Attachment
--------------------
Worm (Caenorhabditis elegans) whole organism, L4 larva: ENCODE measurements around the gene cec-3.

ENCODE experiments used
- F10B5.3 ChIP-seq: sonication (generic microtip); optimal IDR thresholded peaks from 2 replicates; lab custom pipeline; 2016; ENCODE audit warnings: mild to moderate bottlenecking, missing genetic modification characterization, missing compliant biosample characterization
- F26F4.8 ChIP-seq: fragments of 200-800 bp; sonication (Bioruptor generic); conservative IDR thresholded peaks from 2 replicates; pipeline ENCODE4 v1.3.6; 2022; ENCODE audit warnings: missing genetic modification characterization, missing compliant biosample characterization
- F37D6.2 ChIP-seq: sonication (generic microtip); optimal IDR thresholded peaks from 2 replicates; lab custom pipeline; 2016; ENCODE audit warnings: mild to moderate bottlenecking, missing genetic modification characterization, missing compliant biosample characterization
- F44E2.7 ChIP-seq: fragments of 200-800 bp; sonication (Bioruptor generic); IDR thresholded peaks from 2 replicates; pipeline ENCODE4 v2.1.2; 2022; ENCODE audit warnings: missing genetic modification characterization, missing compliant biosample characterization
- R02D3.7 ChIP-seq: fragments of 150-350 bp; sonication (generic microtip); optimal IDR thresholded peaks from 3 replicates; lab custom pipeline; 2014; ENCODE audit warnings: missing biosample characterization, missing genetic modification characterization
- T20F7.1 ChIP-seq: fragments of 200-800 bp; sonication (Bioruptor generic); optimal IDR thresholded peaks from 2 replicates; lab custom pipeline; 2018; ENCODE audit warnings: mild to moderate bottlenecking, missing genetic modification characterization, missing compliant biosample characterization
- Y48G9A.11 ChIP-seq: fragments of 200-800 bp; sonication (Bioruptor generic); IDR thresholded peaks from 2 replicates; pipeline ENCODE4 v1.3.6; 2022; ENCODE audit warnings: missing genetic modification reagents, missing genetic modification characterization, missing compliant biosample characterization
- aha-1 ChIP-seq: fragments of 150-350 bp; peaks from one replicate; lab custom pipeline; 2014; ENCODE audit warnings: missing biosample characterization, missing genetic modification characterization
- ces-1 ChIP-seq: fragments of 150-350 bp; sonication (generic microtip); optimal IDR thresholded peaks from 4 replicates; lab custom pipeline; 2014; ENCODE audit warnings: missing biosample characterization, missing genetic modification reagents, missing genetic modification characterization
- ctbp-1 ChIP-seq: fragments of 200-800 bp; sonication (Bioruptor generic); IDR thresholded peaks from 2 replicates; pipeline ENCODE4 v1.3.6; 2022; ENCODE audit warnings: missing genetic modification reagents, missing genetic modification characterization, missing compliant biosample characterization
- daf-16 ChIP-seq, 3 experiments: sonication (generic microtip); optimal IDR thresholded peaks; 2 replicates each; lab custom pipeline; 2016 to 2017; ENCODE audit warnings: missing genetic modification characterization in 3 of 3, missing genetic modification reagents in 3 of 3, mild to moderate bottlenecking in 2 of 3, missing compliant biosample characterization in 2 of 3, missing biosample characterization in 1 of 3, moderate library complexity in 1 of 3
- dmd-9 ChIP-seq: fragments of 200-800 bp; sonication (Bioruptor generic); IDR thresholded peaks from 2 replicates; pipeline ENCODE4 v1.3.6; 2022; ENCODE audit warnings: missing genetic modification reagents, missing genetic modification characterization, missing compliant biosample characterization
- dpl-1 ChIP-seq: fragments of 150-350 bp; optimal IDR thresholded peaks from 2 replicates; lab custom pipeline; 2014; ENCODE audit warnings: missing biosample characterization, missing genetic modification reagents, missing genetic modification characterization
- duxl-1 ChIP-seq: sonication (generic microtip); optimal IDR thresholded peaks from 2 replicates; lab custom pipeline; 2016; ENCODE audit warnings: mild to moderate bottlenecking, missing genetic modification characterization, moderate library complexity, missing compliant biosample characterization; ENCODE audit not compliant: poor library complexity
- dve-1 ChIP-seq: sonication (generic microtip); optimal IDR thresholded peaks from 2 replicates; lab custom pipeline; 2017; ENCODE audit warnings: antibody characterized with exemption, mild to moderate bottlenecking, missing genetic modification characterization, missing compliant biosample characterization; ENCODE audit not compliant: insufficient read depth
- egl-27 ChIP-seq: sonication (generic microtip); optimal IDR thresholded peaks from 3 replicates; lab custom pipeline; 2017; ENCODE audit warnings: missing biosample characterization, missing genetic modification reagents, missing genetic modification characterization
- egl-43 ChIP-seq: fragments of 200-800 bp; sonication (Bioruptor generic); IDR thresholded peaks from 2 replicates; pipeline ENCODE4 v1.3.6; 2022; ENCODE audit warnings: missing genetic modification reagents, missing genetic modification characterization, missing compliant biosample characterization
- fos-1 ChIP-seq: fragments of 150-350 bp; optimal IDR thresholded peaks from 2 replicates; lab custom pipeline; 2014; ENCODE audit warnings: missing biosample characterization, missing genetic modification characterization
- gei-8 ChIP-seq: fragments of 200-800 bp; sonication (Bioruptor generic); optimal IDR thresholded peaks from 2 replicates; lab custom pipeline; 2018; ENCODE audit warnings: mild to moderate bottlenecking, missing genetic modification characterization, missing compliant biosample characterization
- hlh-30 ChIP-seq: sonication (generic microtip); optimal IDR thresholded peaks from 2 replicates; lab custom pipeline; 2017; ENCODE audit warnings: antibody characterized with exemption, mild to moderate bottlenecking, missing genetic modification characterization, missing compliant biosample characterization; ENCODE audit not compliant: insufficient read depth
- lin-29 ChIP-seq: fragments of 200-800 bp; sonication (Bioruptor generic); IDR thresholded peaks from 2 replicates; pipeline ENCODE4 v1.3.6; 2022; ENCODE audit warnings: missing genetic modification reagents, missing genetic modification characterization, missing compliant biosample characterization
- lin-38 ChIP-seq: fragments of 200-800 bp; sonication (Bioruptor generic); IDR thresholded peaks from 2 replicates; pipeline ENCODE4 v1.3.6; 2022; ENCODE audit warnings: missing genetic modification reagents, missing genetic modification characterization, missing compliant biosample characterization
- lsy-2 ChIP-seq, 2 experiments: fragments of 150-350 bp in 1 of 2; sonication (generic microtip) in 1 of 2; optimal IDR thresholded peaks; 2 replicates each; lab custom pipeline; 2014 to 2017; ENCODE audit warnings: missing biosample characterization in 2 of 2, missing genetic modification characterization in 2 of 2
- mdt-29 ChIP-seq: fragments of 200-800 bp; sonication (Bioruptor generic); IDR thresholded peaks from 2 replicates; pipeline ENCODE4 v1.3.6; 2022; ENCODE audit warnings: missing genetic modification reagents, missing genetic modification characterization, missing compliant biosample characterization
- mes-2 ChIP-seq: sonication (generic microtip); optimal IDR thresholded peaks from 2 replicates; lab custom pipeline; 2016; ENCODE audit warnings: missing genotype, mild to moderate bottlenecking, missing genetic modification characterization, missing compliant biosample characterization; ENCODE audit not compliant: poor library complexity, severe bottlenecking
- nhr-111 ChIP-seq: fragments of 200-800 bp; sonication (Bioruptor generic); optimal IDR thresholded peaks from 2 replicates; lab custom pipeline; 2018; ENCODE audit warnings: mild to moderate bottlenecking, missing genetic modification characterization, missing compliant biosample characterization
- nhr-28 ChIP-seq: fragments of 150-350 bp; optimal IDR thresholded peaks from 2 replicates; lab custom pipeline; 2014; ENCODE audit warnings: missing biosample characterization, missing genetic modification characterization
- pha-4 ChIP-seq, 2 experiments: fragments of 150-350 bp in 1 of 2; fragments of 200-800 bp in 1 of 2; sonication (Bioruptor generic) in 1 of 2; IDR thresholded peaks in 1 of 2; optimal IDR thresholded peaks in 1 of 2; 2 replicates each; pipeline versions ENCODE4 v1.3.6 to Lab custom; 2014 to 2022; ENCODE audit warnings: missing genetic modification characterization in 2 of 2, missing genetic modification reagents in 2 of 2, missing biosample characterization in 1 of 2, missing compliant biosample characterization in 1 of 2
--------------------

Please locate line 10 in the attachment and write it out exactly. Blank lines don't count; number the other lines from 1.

- aha-1 ChIP-seq: fragments of 150-350 bp; peaks from one replicate; lab custom pipeline; 2014; ENCODE audit warnings: missing biosample characterization, missing genetic modification characterization